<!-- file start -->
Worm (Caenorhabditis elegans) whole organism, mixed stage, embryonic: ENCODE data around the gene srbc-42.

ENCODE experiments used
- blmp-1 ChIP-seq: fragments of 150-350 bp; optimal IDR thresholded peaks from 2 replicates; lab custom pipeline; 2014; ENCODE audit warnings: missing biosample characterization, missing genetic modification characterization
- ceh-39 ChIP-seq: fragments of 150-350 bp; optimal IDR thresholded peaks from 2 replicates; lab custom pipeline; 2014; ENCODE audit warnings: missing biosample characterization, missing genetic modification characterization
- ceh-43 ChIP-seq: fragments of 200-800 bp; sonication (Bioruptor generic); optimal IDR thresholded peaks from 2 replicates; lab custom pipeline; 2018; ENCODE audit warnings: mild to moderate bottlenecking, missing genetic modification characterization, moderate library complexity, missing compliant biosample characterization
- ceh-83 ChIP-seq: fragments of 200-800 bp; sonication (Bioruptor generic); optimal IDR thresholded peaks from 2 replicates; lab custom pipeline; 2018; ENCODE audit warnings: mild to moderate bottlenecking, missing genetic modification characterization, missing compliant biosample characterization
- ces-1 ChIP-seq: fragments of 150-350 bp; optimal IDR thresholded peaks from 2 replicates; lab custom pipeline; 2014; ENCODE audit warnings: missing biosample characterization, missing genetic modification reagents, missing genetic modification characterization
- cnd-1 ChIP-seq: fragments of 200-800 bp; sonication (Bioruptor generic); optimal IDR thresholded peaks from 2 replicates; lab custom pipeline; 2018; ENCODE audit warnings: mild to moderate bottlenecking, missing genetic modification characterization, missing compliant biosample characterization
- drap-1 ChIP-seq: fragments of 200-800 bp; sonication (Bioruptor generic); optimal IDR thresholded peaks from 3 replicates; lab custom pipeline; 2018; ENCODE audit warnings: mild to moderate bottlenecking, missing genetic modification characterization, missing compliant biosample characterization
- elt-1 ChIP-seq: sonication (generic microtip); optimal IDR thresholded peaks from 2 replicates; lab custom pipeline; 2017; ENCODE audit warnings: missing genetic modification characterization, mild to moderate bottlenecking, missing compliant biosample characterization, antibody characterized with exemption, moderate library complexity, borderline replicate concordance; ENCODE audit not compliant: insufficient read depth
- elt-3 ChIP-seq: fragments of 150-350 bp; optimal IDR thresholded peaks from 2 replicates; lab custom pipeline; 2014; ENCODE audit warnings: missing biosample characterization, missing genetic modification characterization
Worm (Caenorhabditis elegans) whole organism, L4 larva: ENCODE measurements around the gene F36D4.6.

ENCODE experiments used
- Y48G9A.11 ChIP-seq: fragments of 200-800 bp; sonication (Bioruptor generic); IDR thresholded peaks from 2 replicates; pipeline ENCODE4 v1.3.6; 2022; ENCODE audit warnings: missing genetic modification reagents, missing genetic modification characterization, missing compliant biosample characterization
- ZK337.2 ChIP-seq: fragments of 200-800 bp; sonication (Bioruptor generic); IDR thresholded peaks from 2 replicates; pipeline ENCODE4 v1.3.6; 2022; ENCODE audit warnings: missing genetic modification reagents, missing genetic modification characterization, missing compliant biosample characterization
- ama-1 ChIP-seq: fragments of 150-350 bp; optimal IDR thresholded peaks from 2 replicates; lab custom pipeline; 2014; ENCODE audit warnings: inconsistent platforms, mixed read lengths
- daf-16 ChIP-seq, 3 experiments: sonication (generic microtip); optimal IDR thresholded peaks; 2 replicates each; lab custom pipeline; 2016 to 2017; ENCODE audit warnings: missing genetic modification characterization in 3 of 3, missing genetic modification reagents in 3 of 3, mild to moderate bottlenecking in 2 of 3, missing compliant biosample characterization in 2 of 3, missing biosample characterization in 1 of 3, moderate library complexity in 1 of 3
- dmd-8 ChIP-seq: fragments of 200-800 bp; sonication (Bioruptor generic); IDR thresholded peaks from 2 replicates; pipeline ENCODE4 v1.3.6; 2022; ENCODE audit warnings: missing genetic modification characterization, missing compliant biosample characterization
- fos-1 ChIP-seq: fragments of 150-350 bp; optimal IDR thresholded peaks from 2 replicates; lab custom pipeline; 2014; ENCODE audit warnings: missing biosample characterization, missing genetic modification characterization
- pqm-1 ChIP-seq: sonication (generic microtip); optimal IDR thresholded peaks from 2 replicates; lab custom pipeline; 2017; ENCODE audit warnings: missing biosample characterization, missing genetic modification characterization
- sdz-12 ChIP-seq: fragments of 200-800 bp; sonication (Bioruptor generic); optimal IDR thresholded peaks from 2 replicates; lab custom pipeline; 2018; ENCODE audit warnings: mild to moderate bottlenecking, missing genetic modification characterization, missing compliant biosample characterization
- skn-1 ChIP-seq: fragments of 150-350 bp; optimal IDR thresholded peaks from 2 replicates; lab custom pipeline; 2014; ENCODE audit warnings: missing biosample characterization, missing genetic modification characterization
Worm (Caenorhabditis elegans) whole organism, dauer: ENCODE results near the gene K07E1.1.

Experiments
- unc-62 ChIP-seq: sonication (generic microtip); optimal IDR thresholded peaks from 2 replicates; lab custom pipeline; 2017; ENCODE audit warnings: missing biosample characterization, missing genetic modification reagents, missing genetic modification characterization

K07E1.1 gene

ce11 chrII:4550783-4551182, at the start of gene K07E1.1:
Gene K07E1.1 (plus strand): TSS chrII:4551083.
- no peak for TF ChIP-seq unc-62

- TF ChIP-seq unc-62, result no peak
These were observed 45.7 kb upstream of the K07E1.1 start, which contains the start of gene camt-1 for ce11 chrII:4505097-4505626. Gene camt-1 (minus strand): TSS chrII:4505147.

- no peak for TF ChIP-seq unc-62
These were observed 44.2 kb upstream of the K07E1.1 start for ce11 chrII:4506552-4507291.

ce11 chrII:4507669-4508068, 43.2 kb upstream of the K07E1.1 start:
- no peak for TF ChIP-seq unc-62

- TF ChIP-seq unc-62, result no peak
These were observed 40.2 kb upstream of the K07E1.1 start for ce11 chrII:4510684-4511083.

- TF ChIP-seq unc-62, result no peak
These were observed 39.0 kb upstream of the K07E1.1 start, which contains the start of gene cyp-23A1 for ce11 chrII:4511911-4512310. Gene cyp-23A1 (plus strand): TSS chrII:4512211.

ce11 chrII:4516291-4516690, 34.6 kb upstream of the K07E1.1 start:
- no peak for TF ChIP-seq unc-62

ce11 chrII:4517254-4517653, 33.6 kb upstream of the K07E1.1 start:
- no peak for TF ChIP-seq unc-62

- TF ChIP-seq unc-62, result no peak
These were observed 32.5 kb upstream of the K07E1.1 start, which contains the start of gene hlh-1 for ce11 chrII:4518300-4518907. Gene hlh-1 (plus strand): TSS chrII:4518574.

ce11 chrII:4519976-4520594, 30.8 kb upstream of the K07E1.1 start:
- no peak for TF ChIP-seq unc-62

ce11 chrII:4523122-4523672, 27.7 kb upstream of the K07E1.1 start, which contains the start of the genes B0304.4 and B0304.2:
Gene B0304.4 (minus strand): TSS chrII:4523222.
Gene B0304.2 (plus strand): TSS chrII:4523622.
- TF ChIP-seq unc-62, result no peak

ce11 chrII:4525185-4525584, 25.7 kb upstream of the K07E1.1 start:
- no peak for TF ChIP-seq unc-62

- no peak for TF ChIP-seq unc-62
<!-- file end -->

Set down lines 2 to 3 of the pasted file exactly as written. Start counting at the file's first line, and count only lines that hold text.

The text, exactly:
ENCODE experiments used
- blmp-1 ChIP-seq: fragments of 150-350 bp; optimal IDR thresholded peaks from 2 replicates; lab custom pipeline; 2014; ENCODE audit warnings: missing biosample characterization, missing genetic modification characterization